Frazier said the initial costs will be paid out of the county’s capital improvement funds, but maintenance costs would be split across departments using the financial software and the information technology department.
Frazier said the county will need some custom software for the treasurer’s office and the new software will be implemented in 10-12 months. “It’s a big learning curve,” he said. “I’m expecting worst case scenario will be June of next year, but the hope is that we are more in the April range.”
On-site training, expected to cost around $4,000 for two weeks, could not be scheduled until the contract was signed.
• The commission approved a resolution and held a first public hearing to apply for the Missouri Department of Transportation’s Rural Statewide Transportation Alternatives Program (TAP) grant.
The grant focuses on funding construction projects to help pedestrians, bicyclists, and other non-motorized forms of transportation. The grant deadline is July 15 and will be awarded on Sept. 30.
The county would use the funding to connect the walking trails in the North Cape Girardeau County Park to the City of Cape Girardeau’s walking trail near the Walden Park subdivision, located behind the county park. The new sidewalks would also connect existing trails within the park and add sidewalks alongside roadways in the park.
“The sidewalks will come up to the veterans memorial, go down the avenue of flags to the main entrance road and then back around to the nature center,” Park Superintendent Bryan Sander said, adding that it gets visitors to the avenue of flags off the road and allows the county to add more flags to the area.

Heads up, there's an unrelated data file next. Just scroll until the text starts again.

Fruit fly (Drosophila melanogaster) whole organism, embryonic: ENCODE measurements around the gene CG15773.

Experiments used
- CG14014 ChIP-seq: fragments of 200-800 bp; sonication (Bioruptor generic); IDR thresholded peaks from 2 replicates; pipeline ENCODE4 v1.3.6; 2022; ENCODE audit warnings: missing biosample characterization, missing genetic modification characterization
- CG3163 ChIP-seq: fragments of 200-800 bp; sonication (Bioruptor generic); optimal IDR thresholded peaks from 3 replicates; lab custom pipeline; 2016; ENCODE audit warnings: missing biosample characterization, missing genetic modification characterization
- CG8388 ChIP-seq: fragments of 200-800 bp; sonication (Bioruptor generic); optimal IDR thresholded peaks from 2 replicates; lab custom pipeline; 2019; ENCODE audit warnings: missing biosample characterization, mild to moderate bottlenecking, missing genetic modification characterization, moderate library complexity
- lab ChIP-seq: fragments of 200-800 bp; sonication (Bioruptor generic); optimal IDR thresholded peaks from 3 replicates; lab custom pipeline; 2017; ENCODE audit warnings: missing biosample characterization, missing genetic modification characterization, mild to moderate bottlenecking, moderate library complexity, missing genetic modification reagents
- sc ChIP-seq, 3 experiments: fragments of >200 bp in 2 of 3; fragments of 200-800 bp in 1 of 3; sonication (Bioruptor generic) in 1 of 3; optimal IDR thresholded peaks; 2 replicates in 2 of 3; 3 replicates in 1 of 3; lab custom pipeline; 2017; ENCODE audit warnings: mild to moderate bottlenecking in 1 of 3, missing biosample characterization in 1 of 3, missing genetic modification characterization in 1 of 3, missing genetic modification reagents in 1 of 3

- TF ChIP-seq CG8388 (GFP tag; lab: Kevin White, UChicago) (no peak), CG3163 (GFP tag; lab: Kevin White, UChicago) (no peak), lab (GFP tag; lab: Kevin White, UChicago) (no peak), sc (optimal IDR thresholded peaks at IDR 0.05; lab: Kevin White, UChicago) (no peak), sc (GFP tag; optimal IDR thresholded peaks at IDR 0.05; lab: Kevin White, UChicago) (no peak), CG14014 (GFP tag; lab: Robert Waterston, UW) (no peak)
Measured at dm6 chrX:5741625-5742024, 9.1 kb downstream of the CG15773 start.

If awarded, the county would match 25 percent of the project. The new trail, which would be 3,300 feet in length, would be the first of three phases to connect the county’s trails to the City of Cape Girardeau’s trails.
Sander said the eventual goal would be to link the Cape Girardeau Sportsplex to Shawnee Park. “It would be a solid trail from one end of Cape to the other, once it was all completed,” he said.
• The county commission approved participating in the sales tax holiday weekend on Aug. 5-7. The sales tax weekend, which is held statewide, allows back-to-school supplies including clothing and personal computers to be sold without state or county sales tax.
• The county commission approved a bid from Piper Sandler to provide underwriting services for certificates of participation related to the Cape Girardeau County Jail expansion project. The county received six bids for the underwriting services.
• The county commission approved a $32,921 bid by Master’s Touch for printing and mailing services related to tax statements from the collector’s office. The bid, which is good for a three-year period, also includes roughly $350 in shipping costs for envelopes sent directly from the collector’s office.
Collector Barbara Gholson said the tax statements include the bills mailed in November and the January delinquent bills. She added that Master’s Touch was the lowest of five bids and has sent the county’s tax statements the past three years.
• The county commission approved a $30,000 budget adjustment for the assessor’s office to purchase two vehicles from the Missouri Highway Patrol. The assessor’s office already budgeted to purchase one vehicle this year, with the adjustment allowing the county to purchase an additional vehicle.
“The availability of vehicles have gotten so hard that we want to take advantage of the opportunity to do it now,” Assessor Bob Adams said.
Adams said the purchase will allow the county to replace both vehicles they have with more than 200,000 miles on them. The assessor’s office is expecting a budget surplus this year, so the adjustment will still come out of the assessor’s fund.
• The county commission approved a contract with the Osage Center for election judge training. County Clerk Kara Clark Summers said the Osage Center does not charge the county for the use of their facilities for the training unless there is another request for the space. The contract covers training for the August and November elections this year.